In a year studded with beautiful new volumes by and about artists and designers ranging from Alexander McQueen to Andrea Zittel, these are the five that we found most inspiring.
Autobiography of a Fashion Designer: Ralph Rucci (Bauer and Dean) by Ralph Rucci, with photographs by Baldomero Fernandez
Fashion designer and artist Ralph Rucci has been betrayed by key members of the fashion press, who should have made him a household name years ago, but critics, curators, and connoisseurs have picked up the slack. This just-published volume is a fascinating follow-up to Ralph Rucci: The Art of Weightlessness (Yale University Press), published in 2007 to accompany the Museum at FIT’s exhibition of the designer’s work. Like Rucci’s exquisite creations, Autobiography of a Fashion Designer rewards patience and close-looking, with pages of lush color photos and descriptions of the couture techniques used (and in some cases pioneered) in the Chado Ralph Rucci atelier. Inspired by Sol LeWitt’s Autobiography (1980), a kind of exhaustive visual index of the artist’s life, this book also tells the stories behind 20 objects Rucci has collected in his lifetime. It’s a fitting tribute to an uncompromising designer with the soul of artist.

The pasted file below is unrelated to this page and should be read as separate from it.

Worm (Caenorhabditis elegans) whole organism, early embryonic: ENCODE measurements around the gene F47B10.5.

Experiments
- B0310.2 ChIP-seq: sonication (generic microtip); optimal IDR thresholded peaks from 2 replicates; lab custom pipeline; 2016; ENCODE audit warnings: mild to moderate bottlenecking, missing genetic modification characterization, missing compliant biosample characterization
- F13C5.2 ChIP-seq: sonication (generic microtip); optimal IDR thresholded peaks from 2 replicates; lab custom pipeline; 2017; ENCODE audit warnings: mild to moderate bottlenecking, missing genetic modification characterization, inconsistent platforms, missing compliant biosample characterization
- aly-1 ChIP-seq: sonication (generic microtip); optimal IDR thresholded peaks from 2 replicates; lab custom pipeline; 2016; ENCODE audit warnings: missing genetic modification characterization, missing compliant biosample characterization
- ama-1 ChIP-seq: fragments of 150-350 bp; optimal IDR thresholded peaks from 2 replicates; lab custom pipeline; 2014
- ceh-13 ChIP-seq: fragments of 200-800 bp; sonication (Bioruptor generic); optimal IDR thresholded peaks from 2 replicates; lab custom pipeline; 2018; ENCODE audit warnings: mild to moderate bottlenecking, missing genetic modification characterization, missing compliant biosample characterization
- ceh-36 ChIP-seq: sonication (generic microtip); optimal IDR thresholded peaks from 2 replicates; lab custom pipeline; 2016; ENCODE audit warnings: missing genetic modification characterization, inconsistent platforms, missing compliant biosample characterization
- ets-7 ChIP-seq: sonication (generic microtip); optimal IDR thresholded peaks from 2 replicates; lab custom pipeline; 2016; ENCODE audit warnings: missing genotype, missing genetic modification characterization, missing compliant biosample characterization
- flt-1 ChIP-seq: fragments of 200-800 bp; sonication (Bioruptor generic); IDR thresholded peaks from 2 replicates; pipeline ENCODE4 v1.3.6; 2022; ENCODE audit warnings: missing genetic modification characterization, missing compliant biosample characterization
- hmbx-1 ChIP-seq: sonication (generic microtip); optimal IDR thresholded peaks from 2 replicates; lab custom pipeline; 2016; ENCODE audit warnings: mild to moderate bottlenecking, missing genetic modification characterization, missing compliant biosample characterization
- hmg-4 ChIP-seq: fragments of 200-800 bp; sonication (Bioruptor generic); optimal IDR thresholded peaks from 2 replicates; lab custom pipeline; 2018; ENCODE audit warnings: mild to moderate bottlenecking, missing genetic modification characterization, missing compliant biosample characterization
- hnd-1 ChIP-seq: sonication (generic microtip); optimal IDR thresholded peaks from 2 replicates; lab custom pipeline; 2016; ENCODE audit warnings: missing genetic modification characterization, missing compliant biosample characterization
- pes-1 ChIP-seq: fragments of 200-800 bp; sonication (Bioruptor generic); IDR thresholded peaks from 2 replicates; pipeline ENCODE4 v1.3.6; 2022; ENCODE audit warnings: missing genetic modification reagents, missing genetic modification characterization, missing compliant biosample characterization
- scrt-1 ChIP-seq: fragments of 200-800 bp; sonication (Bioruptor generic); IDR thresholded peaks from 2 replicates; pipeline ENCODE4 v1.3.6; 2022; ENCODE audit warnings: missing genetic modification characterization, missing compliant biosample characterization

Alexander Girard by Todd Oldham and Kiera Coffee (Ammo Books)
Treat yourself to the amazing Alexander Girard mega-monograph by designer Todd Oldham and writer Kiera Coffee. The product of nearly four years of research and, at 672 pages, an innovative scheme of printing and binding, this book is a must for any design lover. Oldham was granted exclusive permission to sift through the fastidiously kept archives of Girard (1907-1993), who is best known for his folk art-infused textiles for Herman Miller but also designed everything from buildings to typography. “I’d estimate that 90 percent of the work in the book hasn’t been seen,” Oldham told us earlier this year. “Wait ‘til you see the stuff from his early design career, in the ‘20s.” And take a closer look at the image credits: many of the archival photos were taken by frequent Girard collaborator Charles Eames.